Radiologically, lateral condyle overgrowth was seen in 11 cases in Group-1 and 12 cases in Group-2 with no statistically significant difference. It did not produce any substantial functional problems with elbow motion. This complication was reported by Launay et al. and Chan and Siow, and they showed high rate of lateral condyle overgrowth in exposed as compared to buried. Launay et al. believed that prolonged postoperative immobilization seems to contribute to the formation of lateral condyle overgrowth and occurred significantly with postoperative immobilization for 6 weeks compared immobilization for <6 weeks (78.0% vs. 42.9%, respectively). The reason for lateral condyle overgrowth is due to the formation of bone beneath an osteoperiosteal flap. However, in our study, lateral condyle overgrowth does not appear to be due these factors as postoperative immobilization of elbow was same in both the groups. However post operative overgrowth could be attributed to elevation of periosteal flap intra operatively or increased blood supply on lateral side post operatively.
Jakob et al. reported 19.2% cubitus valgus deformity while 8.3% cubitus valgus and 36% of cubitus varus deformity was reported in the study by So et al. At final followup in our study, there was no significant difference (P = 0.215) in carrying angle in both the groups. However, the followup in our study was relatively short.
AHL passed through middle third of the capitellum in 84% cases in Group-1 and 60% cases in Group-2. However, there was no statistically significant difference (P = 0.059). Chan and Siow  observed similar results in 72 cases.
Elbow ROM was fairly preserved post surgery in both groups., Launay et al. reported loss of flexion range from 0° to 25°, loss of extension range from 0° to 30°, and loss of motion of flexion extension arc range from 0° to 50° in their study.
The current study had following limitations; small sample size, short followup period, and it being a nonrandomized comparative study, as compared to Randomized controlled study and subsequent parental choice also had an impact on the study However, it was a prospective study.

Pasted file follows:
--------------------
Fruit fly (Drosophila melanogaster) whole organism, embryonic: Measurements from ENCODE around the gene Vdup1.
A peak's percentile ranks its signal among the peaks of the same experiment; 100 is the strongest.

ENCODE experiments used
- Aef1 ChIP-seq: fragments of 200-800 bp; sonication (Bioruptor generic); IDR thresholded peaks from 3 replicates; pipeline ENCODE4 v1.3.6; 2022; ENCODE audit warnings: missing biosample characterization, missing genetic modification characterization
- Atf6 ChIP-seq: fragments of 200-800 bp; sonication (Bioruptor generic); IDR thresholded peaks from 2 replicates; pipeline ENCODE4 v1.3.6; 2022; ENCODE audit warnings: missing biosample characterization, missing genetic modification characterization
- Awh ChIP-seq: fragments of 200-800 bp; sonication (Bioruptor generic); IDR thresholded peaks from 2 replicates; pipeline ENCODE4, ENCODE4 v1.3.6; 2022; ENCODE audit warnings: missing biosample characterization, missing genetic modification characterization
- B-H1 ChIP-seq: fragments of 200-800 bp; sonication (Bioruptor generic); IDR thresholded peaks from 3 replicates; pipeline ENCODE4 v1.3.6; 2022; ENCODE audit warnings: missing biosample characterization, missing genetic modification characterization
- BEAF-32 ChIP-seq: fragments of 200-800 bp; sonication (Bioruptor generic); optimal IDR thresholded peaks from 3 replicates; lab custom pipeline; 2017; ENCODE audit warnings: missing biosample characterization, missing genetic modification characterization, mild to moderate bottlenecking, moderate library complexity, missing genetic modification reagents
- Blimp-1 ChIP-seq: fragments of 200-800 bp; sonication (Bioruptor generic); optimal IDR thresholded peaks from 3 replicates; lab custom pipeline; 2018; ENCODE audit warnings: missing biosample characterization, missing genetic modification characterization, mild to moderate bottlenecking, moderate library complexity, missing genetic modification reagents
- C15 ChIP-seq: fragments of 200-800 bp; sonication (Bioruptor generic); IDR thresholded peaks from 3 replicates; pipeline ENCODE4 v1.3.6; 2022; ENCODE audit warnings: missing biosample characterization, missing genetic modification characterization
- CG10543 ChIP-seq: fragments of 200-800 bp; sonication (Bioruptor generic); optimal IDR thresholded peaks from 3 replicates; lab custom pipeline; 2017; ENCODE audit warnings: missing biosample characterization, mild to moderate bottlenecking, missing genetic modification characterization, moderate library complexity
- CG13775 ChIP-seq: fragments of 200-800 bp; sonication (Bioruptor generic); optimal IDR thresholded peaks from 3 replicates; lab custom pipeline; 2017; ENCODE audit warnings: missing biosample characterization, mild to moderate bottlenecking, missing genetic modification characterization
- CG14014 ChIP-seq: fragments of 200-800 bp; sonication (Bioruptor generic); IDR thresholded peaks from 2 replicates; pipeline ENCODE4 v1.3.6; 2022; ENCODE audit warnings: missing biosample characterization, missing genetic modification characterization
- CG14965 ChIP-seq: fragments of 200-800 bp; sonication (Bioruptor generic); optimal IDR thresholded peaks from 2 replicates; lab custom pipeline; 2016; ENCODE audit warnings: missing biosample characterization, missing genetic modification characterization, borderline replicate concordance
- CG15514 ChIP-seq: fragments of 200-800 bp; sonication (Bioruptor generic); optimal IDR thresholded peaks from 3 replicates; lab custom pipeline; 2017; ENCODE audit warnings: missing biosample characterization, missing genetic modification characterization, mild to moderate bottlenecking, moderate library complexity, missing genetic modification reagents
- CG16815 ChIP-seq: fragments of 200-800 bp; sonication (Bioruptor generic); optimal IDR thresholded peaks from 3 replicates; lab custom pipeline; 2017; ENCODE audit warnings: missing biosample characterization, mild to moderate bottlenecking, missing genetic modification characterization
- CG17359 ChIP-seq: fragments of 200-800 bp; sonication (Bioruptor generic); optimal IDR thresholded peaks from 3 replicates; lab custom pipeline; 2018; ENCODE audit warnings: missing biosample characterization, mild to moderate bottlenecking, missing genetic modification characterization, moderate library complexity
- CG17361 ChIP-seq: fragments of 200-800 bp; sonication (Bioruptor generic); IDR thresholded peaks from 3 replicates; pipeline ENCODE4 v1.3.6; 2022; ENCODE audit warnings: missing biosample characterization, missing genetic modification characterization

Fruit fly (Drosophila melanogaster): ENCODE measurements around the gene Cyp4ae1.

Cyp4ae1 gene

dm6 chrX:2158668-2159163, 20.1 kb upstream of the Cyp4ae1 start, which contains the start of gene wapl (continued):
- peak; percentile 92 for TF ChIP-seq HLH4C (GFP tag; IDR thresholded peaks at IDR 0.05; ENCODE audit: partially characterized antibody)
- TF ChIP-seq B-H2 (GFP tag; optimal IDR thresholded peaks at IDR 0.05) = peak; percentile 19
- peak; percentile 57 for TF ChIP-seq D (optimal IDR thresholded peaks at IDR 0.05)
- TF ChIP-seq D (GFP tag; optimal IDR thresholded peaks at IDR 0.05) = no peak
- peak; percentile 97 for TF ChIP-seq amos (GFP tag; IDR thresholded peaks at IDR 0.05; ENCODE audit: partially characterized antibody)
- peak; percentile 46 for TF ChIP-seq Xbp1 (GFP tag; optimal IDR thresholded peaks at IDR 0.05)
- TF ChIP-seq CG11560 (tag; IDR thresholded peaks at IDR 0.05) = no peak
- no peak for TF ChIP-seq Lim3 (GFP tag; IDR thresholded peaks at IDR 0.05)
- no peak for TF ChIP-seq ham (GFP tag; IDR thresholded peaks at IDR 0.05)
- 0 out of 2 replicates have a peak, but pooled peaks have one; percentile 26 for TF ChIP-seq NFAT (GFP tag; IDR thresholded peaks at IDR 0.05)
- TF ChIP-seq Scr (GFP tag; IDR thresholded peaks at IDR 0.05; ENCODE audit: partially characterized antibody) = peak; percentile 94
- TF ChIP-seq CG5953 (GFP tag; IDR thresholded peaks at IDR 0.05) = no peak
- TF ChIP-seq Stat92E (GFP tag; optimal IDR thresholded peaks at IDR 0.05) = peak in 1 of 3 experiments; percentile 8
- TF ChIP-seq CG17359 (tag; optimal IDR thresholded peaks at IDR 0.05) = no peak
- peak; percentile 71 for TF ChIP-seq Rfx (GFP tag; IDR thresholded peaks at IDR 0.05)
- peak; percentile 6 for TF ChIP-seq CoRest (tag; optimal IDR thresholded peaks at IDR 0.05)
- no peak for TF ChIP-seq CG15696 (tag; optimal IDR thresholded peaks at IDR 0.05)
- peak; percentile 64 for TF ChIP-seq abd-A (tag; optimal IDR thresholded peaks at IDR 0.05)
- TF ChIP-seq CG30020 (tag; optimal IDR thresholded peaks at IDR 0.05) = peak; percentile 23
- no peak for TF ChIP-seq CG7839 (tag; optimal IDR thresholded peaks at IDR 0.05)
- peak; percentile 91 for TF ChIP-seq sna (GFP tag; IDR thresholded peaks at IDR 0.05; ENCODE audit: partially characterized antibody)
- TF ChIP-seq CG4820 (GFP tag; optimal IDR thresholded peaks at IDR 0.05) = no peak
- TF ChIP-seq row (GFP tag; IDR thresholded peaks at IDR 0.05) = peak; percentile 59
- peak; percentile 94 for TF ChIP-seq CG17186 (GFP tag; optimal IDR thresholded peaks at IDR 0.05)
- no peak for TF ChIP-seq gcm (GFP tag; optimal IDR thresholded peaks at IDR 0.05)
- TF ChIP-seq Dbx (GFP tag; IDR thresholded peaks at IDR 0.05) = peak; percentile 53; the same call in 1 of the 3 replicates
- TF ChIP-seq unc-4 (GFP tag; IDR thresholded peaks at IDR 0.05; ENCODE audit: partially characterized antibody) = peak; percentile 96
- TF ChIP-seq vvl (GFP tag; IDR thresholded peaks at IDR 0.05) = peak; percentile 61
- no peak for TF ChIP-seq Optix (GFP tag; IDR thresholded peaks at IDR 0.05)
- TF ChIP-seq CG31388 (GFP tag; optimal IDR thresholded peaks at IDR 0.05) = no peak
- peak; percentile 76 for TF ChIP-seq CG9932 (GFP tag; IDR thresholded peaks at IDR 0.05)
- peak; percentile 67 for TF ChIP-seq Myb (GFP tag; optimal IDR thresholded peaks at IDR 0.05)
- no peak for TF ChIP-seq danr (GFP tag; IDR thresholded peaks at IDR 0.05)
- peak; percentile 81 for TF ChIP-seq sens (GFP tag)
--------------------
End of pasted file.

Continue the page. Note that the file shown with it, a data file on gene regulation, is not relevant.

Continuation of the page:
Our study shows that with respect to the incidence of superficial and deep infections, there is no significant difference in the use of exposed versus buried wires. On the contrary, buried wires may have a higher incidence of secondary skin related complications such as skin abrasion, tenting of skin over K-wires, and secondary exposure of K-wires through the skin which may occur as a consequence of wire back out or subsidence of the soft tissue swelling around the elbow postoperatively. On the other hand, exposed K-wires can be easily removed as an outpatient procedure avoiding a second anesthesia and operative procedure for K-wire removal in case of buried wires. Both the groups did not show any significant difference with respect to fracture reduction, union rates, postoperative deformity, or functional ROM.
To conclude exposed K wires are easy to remove and there being no statistical difference between both groups in any parameter. We recommend keeping the K wires exposed.
Declaration of patient consent
The authors certify that they have obtained all appropriate patient consent forms. In the form the patient(s) has/have given his/her/their consent for his/her/their images and other clinical information to be reported in the journal. The patients understand that their names and initials will not be published and due efforts will be made to conceal their identity, but anonymity cannot be guaranteed.
Financial support and sponsorship
Conflicts of interest
There are no conflicts of interest.
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Dr. Avijeet Prasad
726, D-Pocket, Dilshad Garden, New Delhi - 110 095
Source of Support: None, Conflict of Interest: None
[Figure 1], [Figure 2]
[Table 1], [Table 2], [Table 3], [Table 4]